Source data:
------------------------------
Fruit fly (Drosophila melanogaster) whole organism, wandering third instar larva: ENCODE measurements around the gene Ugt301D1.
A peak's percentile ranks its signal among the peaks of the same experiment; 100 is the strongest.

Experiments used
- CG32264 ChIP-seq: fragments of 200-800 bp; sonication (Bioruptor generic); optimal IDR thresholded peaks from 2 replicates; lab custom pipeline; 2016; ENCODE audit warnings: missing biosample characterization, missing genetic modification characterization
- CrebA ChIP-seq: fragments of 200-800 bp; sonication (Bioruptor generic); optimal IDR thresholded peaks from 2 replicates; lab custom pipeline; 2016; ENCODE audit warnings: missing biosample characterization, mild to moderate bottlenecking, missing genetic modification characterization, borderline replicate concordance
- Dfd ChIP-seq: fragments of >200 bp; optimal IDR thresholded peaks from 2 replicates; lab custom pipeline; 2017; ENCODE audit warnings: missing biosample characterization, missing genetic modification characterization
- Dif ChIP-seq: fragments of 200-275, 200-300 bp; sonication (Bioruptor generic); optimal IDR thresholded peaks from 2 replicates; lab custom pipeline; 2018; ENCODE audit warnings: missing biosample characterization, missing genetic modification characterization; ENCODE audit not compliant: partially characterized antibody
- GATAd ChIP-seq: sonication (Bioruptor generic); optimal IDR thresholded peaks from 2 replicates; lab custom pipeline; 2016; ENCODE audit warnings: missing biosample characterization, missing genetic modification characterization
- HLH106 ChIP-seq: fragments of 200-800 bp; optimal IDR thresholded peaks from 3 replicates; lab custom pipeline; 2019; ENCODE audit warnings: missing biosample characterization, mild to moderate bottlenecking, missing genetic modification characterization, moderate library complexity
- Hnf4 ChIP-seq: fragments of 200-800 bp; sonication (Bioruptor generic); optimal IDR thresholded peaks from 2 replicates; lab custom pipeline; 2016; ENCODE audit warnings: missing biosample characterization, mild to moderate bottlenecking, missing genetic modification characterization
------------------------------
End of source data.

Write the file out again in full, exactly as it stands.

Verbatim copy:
Fruit fly (Drosophila melanogaster) whole organism, wandering third instar larva: ENCODE measurements around the gene Ugt301D1.
A peak's percentile ranks its signal among the peaks of the same experiment; 100 is the strongest.

Experiments used
- CG32264 ChIP-seq: fragments of 200-800 bp; sonication (Bioruptor generic); optimal IDR thresholded peaks from 2 replicates; lab custom pipeline; 2016; ENCODE audit warnings: missing biosample characterization, missing genetic modification characterization
- CrebA ChIP-seq: fragments of 200-800 bp; sonication (Bioruptor generic); optimal IDR thresholded peaks from 2 replicates; lab custom pipeline; 2016; ENCODE audit warnings: missing biosample characterization, mild to moderate bottlenecking, missing genetic modification characterization, borderline replicate concordance
- Dfd ChIP-seq: fragments of >200 bp; optimal IDR thresholded peaks from 2 replicates; lab custom pipeline; 2017; ENCODE audit warnings: missing biosample characterization, missing genetic modification characterization
- Dif ChIP-seq: fragments of 200-275, 200-300 bp; sonication (Bioruptor generic); optimal IDR thresholded peaks from 2 replicates; lab custom pipeline; 2018; ENCODE audit warnings: missing biosample characterization, missing genetic modification characterization; ENCODE audit not compliant: partially characterized antibody
- GATAd ChIP-seq: sonication (Bioruptor generic); optimal IDR thresholded peaks from 2 replicates; lab custom pipeline; 2016; ENCODE audit warnings: missing biosample characterization, missing genetic modification characterization
- HLH106 ChIP-seq: fragments of 200-800 bp; optimal IDR thresholded peaks from 3 replicates; lab custom pipeline; 2019; ENCODE audit warnings: missing biosample characterization, mild to moderate bottlenecking, missing genetic modification characterization, moderate library complexity
- Hnf4 ChIP-seq: fragments of 200-800 bp; sonication (Bioruptor generic); optimal IDR thresholded peaks from 2 replicates; lab custom pipeline; 2016; ENCODE audit warnings: missing biosample characterization, mild to moderate bottlenecking, missing genetic modification characterization